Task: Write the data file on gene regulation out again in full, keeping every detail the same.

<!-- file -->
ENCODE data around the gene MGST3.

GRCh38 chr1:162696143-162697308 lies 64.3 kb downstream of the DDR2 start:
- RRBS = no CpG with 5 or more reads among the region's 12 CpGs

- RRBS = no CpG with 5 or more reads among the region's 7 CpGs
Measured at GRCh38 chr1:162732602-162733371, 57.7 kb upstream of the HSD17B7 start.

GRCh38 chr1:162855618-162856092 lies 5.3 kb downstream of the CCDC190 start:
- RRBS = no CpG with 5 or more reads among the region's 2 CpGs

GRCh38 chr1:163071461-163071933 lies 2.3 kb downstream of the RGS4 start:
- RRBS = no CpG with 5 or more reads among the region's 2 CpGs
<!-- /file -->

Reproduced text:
ENCODE data around the gene MGST3.

GRCh38 chr1:162696143-162697308 lies 64.3 kb downstream of the DDR2 start:
- RRBS = no CpG with 5 or more reads among the region's 12 CpGs

- RRBS = no CpG with 5 or more reads among the region's 7 CpGs
Measured at GRCh38 chr1:162732602-162733371, 57.7 kb upstream of the HSD17B7 start.

GRCh38 chr1:162855618-162856092 lies 5.3 kb downstream of the CCDC190 start:
- RRBS = no CpG with 5 or more reads among the region's 2 CpGs

GRCh38 chr1:163071461-163071933 lies 2.3 kb downstream of the RGS4 start:
- RRBS = no CpG with 5 or more reads among the region's 2 CpGs